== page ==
Sound internal controls are typically a priority for large businesses. However SMEs with resource constraints are often discouraged from developing them, making them vulnerable to fraud, financial errors and non-compliance. Here’s some simple steps you can take.
Internal controls help businesses safeguard their assets, assist in the accuracy and reliability of financial information, ensure compliance with financial and regulatory requirements and assist businesses to achieve their objectives.
Sound internal controls are seen as a priority for large businesses who dedicate significant resources to their development and monitoring. Fortunately, these controls are not entirely out of the reach of SMEs.
Here are some cost-effective measures that SMEs can adopt to develop internal controls and avoid common traps:
+ Document control: Sequential numbering of purchase orders, sales invoices, cheques etc. This eases identification of duplicate or missing documents which could indicate signs of fraud or error.
+ Timely reconciliation of bank statements and balance sheet clearing accounts: Unreconciled transactions can often dwell in the accounts for long periods of time and relate to unexplained and erroneous transactions.
+ Independent review and sign-off of payroll and batch payments: This essential control is often overlooked by many businesses. Payroll reports and batch payments can contain errors, either intentional or unintentional. Independent review of these documents increases the chances of such errors being detected and investigated in a timely manner.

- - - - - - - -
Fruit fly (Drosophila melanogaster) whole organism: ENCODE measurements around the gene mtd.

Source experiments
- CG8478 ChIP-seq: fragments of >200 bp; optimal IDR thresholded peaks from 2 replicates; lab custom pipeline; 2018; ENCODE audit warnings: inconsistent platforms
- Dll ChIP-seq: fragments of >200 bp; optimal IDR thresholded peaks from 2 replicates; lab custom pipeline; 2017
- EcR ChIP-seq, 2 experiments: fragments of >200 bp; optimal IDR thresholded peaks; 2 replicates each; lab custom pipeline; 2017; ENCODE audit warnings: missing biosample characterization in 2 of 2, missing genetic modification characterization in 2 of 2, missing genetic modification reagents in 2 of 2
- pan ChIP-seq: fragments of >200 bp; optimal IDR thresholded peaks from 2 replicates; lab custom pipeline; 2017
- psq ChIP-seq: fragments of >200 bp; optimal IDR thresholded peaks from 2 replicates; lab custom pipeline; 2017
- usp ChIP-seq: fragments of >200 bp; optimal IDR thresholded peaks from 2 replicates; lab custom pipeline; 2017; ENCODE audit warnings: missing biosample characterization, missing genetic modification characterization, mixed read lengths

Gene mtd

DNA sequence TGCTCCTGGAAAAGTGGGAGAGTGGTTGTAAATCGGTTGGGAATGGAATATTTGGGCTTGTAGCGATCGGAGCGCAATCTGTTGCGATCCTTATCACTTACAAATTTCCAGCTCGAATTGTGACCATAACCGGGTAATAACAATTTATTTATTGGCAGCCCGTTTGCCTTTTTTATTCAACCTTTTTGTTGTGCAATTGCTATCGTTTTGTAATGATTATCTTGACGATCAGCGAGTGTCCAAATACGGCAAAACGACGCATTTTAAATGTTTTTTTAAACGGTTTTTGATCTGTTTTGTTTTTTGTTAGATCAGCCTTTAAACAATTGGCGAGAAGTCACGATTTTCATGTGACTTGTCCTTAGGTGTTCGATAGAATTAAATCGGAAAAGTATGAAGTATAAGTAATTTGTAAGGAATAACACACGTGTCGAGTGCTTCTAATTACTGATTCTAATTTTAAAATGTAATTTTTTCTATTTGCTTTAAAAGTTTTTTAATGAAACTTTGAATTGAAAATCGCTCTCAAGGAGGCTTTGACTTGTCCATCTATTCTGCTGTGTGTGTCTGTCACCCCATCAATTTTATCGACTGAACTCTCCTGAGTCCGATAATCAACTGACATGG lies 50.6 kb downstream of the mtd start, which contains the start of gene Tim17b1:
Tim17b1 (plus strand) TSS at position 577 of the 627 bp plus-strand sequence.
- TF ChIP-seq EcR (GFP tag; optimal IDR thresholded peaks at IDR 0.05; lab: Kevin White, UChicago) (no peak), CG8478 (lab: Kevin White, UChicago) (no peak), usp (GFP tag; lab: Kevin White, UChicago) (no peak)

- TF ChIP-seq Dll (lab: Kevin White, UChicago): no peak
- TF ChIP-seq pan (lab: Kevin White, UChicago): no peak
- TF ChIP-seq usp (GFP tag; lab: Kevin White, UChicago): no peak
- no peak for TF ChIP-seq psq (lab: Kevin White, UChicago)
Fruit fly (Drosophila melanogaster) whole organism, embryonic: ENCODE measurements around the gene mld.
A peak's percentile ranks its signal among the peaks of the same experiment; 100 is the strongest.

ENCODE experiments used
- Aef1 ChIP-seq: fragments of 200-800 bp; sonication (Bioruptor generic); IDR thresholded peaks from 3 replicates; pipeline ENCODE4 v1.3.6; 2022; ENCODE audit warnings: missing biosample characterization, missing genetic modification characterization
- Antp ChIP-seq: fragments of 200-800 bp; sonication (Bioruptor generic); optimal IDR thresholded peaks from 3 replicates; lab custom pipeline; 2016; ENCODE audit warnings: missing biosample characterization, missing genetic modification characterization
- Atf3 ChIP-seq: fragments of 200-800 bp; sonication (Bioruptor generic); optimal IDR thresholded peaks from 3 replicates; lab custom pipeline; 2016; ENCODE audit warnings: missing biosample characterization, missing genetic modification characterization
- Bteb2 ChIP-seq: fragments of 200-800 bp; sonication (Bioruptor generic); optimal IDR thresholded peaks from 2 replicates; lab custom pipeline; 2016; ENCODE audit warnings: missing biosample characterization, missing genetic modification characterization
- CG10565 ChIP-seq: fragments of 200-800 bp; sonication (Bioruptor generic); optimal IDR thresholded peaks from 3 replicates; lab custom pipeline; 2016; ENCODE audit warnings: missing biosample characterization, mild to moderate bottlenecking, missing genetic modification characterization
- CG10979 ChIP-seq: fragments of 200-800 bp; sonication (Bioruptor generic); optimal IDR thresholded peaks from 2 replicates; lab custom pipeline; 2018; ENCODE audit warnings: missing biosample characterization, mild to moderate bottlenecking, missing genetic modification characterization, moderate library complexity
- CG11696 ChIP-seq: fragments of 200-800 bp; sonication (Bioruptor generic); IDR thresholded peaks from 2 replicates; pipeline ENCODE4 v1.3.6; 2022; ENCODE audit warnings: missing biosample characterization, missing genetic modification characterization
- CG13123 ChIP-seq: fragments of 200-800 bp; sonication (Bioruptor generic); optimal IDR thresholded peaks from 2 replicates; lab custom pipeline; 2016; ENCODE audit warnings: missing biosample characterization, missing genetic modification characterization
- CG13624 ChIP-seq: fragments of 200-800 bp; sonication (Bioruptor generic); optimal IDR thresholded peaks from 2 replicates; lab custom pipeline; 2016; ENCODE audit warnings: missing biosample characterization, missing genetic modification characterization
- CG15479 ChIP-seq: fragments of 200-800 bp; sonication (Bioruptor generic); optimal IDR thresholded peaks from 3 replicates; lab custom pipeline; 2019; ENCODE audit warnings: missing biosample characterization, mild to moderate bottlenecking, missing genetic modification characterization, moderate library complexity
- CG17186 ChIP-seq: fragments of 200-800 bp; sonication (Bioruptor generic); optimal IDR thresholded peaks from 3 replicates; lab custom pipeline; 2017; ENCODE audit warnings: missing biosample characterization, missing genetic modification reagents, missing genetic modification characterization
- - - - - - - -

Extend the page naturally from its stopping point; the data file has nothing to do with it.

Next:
+ Physical controls over petty cash and inventory: One person ought to be accountable for reconciliation and safeguarding of petty cash. This reduces the risk of unauthorised petty cash expenditures. High value and small-sized inventory items should be physically locked away and its access limited to the warehouse manager.
+ Separation of purchase requisition and payment authorisation: It is important to have two different roles involved in this function to ensure there is adequate review over purchases and reduce the risk of unauthorised purchases.
+ Limiting access levels of different staff within the accounting system: Staff within functions such as invoicing and receipting, purchases and payments, payroll and inventory should ideally be given access limited to their role. In cases where such controls aren’t possible due to limited staff numbers, other measures such as control over general journals and reversal of transactions can be implemented.
+ Independent review of staff reimbursements and expense claims: All staff reimbursements should be complemented with supporting documentation. Prior authorisation, in the form of expense claim forms, is a great way to ensure unauthorised expenses aren’t incurred and subsequently reimbursed.
+ Review and reconciliation of business credit cards: Credit card reconciliations ought to be carried out on a monthly basis. The card holders should be held accountable to provide supporting documentation for all transactions.
+ Compulsory annual leave policies: Often a fresh set of eyes within a function can highlight areas of inefficiency and identify errors and inaccuracies.
The above measures can be applied within most SMEs regardless of size and resources. We work closely with many SMEs to implement internal controls and achieve their business objectives. Please contact us if you would like assistance.